The situation in Afghanistan remains the crux around which
many of the regional security issues in South and Central Asia revolve. World powers
have never been out of this equation either.
The United States army has been in the country for 18 years now and realizes what many others did before it. Afghanistan is not an easy place to control or even govern for a foreign power.
So the United States President Donald Trump, who had been acting tough with Pakistan over its terror on its territories reached out with a letter seeking Pakistan’s help in achieving peace in Afghanistan. Trump, perhaps has realized, that without Pakistan’s active support, no progress in Afghanistan is possible.
For India, the recent developments are a source of worry. One: India was quite happy that Trump was talking tough to Pakistan and that under him the US had even withheld military assistance to Pakistan to the tune of $2.5 billion.
His letter to Khan now raises new questions. Two: the recent Moscow Format under which Russia hosted the Afghanistan Peace Conference in Moscow where it invited 11 countries. Interestingly, the Taliban also sat at the high table to discuss the future of Afghanistan. India was represented at a ‘non official’ level by two former diplomats.
At the Moscow Format, China and Iran also sent their representatives indicating that the conflict in Afghanistan is no longer limited to an India-Pak equation but there are additional players invested in the future of Afghanistan.
High Peace Council
While the Afghan government was not represented, members of the Afghan Peace Council did attend the Moscow meet. The High Peace Council was created during the tenure of former Afghan President Hamid Karzai and its main objective is outreach to the Taliban.
The appointments are made by the government, but the composition is largely from outside the government.
Former Ambassador Anil Trigunayat says that India has maintained a policy of not making a distinction between a good or bad Taliban and “broadly maintain that the Taliban is a terrorist organization”. “The Taliban card has been used by Pakistan with both the Russians and the Americans,” he said.
Trigunayat pointed out that India’s decision to send in two former diplomats in the Moscow Format ensured that India was not ‘keeping aloof’ as far as the future of Afghanistan is concerned even as “India does not want official talks with the Taliban.”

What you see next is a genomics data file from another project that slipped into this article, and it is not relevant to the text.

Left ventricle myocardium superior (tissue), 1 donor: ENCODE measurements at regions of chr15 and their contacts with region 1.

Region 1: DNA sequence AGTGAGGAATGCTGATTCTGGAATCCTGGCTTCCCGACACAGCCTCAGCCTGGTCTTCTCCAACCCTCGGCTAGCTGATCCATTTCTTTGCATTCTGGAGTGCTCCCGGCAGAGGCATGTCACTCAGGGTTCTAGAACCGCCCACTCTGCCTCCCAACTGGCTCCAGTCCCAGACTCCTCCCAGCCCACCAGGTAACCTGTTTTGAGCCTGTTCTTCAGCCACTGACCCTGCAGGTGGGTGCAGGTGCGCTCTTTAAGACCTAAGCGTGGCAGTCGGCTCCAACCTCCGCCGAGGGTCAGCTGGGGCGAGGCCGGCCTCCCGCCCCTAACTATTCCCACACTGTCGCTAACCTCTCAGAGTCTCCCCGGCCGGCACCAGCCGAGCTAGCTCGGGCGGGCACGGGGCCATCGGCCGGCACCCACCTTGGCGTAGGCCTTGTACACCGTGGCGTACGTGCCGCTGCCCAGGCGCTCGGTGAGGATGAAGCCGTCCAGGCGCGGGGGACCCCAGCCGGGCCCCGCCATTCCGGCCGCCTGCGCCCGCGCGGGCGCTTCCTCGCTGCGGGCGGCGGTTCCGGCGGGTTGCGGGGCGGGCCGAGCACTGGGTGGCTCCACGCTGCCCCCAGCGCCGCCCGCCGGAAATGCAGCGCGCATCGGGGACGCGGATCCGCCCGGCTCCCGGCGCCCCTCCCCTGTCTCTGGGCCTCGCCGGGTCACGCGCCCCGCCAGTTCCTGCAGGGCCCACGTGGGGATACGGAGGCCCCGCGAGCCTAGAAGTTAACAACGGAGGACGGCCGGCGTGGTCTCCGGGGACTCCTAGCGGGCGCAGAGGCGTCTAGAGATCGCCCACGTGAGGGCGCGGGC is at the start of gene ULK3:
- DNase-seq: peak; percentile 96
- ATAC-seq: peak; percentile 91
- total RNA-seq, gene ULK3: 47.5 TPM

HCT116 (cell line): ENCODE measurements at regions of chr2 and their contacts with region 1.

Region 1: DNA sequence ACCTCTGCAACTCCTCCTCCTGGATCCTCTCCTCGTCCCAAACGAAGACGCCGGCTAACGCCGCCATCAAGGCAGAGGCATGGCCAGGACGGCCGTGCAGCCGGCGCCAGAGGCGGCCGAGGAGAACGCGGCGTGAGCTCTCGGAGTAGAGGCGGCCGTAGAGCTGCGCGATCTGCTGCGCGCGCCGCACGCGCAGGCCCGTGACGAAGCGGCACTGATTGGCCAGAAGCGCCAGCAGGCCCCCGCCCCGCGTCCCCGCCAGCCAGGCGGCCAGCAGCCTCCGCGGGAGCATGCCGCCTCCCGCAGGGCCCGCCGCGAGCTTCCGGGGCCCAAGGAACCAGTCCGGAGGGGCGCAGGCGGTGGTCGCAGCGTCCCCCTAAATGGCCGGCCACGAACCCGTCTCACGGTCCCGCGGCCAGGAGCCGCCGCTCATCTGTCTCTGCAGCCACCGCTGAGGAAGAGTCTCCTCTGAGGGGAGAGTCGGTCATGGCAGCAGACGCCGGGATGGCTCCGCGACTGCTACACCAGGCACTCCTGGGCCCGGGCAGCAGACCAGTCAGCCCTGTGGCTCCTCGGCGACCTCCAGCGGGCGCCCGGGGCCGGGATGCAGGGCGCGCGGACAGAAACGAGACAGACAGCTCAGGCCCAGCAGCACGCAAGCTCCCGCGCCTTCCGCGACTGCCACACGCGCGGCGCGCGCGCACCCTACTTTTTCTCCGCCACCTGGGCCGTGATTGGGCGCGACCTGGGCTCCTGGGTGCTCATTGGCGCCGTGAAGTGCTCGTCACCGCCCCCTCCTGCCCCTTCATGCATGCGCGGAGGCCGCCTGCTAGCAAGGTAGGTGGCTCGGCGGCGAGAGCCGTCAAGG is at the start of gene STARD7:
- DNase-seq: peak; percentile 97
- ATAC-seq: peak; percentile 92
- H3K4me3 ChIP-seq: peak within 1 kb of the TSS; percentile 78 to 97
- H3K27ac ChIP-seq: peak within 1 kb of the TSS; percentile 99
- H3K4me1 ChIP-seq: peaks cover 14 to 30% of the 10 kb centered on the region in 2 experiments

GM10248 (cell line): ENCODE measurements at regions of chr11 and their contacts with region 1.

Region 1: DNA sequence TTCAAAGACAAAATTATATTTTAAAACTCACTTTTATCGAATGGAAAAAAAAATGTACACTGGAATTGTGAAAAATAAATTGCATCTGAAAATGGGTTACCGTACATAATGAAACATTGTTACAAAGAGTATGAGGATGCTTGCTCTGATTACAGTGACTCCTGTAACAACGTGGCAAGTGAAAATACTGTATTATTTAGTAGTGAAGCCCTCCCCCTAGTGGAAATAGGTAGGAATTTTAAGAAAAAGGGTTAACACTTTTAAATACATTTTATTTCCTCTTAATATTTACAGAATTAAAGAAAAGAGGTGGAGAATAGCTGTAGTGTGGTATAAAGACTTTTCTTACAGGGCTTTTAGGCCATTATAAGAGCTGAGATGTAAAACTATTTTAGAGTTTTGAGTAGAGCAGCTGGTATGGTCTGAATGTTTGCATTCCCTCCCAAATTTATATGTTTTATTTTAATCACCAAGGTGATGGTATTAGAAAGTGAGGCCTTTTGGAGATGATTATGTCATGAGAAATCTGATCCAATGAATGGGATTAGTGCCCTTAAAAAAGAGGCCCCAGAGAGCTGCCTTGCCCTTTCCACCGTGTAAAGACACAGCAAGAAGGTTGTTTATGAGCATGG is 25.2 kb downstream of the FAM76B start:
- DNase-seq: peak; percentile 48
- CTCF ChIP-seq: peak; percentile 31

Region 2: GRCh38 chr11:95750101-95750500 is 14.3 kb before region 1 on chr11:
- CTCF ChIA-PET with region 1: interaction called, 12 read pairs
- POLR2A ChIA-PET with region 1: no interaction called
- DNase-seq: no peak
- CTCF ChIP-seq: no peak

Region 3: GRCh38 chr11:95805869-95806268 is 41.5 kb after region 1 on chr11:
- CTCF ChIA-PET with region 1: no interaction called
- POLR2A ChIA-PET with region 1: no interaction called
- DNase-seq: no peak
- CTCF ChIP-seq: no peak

He said that eventually the Taliban will have to be made a part of the peace process in Afghanistan. He added that going back to the 1980s it was the Americans and the Pakistanis that were responsible for creating the Taliban.
“Today, the Americans realize that without the Taliban, it is not possible to resolve Afghanistan”, he said.
For India, this is a huge source of worry for it has publicly maintained for years now that it will not engage in talks with the Taliban, and even the “good” Taliban and the “bad” Taliban distinction that much of the world is now willing to buy in, India is in no mood to do so.
However, the fact that India decided to send two former diplomats and make its presence felt at the Moscow Format is the first solid indication that New Delhi will have to re-asses and rethink its Afghan policy.
If talking to the Taliban is one bitter pill India is being forced to swallow, another is the acceptance that despite all the terror tags that Pakistan has on itself today, Trump has also given in to the reality that without Pakistan, there is no forward movement here.
Former Ambassador Veena Sikri said that this is “an evolving situation and we need to wait and watch”. She pointed out that there is also another way of looking at Trump’s letter to Imran Khan; and that the US and Trump might be giving Pakistan the message that they know “they are helping the Taliban and the US wants to make sure that Pakistan doesn’t do that.”
Sikri said that today the Taliban control some areas of Afghanistan and the fact that they know they can always fall back into Pakistan constitutes the real problem.
So far, the Afghan government and the US had sided with India on not talking to the Taliban as that would be seen as a kind of legitimacy for their violent campaigns. However, of late, Russia, Iran, and China have shifted stands and today reflect a view that in Afghanistan, only a political settlement can solve the crisis and that the Taliban need to be a part of the dialogue.
In July this year, Pakistan hosted a meet of the intelligence chiefs of Russia, Iran and China. The spy chiefs of all the four nations met to discuss ways to control the spread of Islamic State from Afghanistan into their own territories. Iran, for example, shares a long border with Afghanistan and today is concerned that the violence might just spill over.
The Taliban headquarters are based in Quetta, capital of the Balochistan province, in Pakistan. The Afghan government has many a times pointed the finger at Pakistan over terror attacks on its territory, alleging that Pak support for the Taliban is behind many of these attacks.
India faces a grim choice as the situation in Afghanistan changes with the participation of more regional players and more significantly many those who are willing to talk to the Taliban. A reassessment of its Afghan policy is underway and the decision to send two former diplomats for the Moscow Format gave it a representation at the future of Afghanistan and a little more time to adjust to the changing security paradigm.